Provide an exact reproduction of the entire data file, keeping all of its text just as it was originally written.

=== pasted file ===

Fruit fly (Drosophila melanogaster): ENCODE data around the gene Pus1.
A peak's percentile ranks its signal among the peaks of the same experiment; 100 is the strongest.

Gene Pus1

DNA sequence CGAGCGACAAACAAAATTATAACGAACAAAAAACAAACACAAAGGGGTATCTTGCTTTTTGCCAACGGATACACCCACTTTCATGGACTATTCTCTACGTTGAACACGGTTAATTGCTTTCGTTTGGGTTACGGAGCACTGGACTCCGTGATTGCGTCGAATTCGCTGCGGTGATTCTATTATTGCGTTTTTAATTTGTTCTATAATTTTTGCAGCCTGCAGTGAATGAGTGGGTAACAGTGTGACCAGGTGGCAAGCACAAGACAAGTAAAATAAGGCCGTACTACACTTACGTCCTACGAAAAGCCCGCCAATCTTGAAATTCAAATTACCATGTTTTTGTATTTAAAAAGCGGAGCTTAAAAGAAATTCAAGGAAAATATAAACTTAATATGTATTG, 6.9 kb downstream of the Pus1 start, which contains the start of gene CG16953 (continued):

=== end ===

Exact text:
Fruit fly (Drosophila melanogaster): ENCODE data around the gene Pus1.
A peak's percentile ranks its signal among the peaks of the same experiment; 100 is the strongest.

Gene Pus1

DNA sequence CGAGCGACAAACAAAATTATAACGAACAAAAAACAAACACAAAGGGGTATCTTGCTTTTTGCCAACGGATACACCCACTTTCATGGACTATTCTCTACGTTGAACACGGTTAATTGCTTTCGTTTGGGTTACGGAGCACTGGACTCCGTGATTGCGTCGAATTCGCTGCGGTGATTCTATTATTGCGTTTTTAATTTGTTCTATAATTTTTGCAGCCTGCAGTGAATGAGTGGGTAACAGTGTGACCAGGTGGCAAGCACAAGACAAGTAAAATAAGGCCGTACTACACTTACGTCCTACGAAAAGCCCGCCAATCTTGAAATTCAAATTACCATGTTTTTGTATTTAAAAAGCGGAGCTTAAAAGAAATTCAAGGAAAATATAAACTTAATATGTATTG, 6.9 kb downstream of the Pus1 start, which contains the start of gene CG16953 (continued):